Archaea hold clues to ancient ocean temperatures
Scientists at Stanford have identified molecules that tough microbes use to survive in warming waters, opening a window more broadly into studying conditions in ancient seas.
Solving a decades-old mystery, Stanford researchers have discovered proteins that enable hardy microbes called archaea to toughen up their membranes when waters are overly warm. Finding these proteins could help scientists piece together the state of Earth’s climate going back millions of years to when those archaea were cruising the ancient oceans.
“People have been looking for these proteins for 40 years,” said Paula Welander, an associate professor of Earth system science in Stanford University’s School of Earth, Energy & Environmental Sciences (Stanford Earth), and lead author of a study describing the finding published Oct. 7 in Proceedings of the National Academy of Sciences.
With this finding scientists can more accurately use the lipids – or fats – found in archaeal membranes and preserved in the ocean’s sediments to estimate historic ocean temperatures, Welander said.
Battening down the hatches
When under stress, archaea fuse their usually double-layered cell membranes into a single layer. Battening down the hatches in this manner firms up the membranes, which, being mostly made of fat, can get too floppy when the temperature spikes – like butter left on a kitchen counter.
Some archaea further modify the structures that fuse their membrane layers by adding on ring-like pieces that make the membranes even more compact and sturdy. These adaptations are helpful from a climatology perspective, since the membrane-linking structures – along with those sets of rings – readily preserve in marine sediments. By examining the numbers and kinds of rings, climate scientists can gauge surface water temperatures where and when those archaea lived. This technique has been used as evidence of the warmer seas of the Jurassic era, dating back more than 150 million years to the heyday of the dinosaurs.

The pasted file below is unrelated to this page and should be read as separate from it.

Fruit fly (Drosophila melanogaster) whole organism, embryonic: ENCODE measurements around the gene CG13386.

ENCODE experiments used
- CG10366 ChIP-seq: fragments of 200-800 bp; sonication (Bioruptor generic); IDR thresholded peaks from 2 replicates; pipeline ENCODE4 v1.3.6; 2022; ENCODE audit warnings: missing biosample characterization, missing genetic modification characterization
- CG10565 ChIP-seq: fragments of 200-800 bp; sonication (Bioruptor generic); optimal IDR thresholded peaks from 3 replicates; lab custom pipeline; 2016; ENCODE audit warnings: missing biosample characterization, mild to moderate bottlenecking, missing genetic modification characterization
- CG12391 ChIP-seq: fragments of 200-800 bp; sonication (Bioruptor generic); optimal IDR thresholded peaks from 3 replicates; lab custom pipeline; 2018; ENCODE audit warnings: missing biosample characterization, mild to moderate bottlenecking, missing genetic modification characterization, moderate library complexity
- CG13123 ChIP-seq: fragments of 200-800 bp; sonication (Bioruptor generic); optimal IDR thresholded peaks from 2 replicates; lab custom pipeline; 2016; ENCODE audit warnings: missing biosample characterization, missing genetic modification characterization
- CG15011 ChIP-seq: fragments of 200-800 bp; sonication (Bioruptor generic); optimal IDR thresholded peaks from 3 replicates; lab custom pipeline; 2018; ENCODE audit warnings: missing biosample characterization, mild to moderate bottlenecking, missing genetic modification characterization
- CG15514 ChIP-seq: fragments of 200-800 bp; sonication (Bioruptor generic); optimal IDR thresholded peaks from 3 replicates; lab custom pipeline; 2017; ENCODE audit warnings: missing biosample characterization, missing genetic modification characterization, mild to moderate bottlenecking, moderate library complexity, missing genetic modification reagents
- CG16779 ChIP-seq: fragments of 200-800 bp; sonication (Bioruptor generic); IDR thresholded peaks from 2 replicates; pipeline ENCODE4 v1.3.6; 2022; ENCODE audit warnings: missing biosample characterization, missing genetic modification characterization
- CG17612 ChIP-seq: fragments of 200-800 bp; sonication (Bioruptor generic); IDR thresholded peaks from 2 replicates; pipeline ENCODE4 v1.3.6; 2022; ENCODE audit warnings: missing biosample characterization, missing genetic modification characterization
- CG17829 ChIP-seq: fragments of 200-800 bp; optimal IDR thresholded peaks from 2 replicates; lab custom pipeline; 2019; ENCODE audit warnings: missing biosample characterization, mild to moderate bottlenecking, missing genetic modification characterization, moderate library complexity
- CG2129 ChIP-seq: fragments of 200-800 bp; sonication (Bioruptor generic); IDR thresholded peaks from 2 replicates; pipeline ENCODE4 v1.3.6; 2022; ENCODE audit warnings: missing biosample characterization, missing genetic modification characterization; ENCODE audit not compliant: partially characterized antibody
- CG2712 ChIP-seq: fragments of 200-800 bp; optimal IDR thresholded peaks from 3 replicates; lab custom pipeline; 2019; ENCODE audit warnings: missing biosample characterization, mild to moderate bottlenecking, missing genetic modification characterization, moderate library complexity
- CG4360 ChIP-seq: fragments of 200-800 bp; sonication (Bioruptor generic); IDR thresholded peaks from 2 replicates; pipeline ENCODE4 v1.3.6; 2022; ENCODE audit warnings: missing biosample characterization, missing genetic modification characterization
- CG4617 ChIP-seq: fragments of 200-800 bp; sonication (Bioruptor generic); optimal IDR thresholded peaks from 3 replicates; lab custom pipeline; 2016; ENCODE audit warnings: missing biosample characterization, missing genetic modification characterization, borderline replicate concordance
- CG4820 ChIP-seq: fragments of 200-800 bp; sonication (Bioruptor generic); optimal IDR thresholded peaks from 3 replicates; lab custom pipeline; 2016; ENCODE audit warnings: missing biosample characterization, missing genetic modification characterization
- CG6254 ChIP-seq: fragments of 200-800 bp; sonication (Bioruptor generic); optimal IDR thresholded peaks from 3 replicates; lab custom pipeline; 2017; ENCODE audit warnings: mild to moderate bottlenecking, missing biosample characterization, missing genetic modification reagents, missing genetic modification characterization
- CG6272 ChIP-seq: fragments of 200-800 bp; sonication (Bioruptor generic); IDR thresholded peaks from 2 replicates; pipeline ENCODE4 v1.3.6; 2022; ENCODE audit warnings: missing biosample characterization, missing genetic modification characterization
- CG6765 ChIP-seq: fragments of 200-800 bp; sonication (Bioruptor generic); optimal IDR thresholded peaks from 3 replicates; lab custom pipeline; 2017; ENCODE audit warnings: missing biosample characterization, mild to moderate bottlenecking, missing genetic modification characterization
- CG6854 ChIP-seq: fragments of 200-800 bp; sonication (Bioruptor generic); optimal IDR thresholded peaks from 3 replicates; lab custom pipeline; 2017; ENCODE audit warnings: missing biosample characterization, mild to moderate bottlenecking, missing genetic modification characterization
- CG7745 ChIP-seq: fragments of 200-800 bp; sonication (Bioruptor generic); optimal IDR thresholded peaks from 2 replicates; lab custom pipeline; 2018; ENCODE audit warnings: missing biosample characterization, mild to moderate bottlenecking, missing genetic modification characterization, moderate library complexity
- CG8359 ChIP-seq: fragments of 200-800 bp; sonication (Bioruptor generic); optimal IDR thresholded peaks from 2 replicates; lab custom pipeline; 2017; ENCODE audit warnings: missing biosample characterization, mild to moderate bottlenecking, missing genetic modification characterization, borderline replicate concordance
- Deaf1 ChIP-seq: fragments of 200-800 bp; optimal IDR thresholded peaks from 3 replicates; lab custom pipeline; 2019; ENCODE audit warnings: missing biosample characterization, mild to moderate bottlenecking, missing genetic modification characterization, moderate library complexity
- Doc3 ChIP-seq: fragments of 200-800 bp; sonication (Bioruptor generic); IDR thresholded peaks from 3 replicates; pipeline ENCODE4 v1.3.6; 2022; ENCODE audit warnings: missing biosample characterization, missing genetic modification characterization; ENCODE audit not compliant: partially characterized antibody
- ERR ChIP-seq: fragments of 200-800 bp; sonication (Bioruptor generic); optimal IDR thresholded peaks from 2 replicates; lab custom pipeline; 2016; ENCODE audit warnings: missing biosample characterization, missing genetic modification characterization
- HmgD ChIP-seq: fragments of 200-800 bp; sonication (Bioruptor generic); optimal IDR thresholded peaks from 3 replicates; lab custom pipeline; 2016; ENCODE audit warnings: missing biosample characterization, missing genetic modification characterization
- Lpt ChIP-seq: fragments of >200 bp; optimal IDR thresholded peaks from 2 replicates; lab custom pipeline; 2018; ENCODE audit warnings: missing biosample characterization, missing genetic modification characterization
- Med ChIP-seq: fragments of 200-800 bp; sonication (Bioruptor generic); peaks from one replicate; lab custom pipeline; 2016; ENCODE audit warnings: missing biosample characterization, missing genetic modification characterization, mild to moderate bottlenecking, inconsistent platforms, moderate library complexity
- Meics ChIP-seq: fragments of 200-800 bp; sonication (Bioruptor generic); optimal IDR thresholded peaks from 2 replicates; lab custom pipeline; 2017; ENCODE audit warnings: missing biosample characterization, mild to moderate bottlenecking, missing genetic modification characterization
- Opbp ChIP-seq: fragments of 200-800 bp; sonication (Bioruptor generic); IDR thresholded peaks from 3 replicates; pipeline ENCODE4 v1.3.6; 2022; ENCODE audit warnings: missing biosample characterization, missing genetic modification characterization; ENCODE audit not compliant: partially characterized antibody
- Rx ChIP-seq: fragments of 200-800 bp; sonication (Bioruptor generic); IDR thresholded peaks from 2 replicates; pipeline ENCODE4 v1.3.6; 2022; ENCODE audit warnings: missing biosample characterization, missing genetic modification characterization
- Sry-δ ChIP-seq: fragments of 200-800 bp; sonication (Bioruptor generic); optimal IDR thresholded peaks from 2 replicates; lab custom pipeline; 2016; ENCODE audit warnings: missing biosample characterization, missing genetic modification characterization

Finding the proteins involved in making those structures resolves some uncertainties scientists have had about inferring ancient temperatures from archaeal lipids – what they call the paleotemperature proxies.
Climatologists have presumed that a single group of archaea, the Thaumarchaeota, are responsible for making lipids with rings found in open oceans and that they add those rings in response to water temperature changes. But if other environmental factors such as salinity and acidity trigger ring production in other marine archaeal groups, that could scramble how they read the temperature signals.
According to the new study, climatologists can breathe a sigh of relief. By finally nailing down the proteins in play, the Stanford researchers show that Thaumarchaeota are indeed the dominant source of the ring-bearing membrane structures in ocean waters, supporting previous ideas of ancient sea surface temperatures.
“With that critical information now in hand, we can start to constrain some of the uncertainty about this particular archaea-based paleotemperature proxy,” Welander said.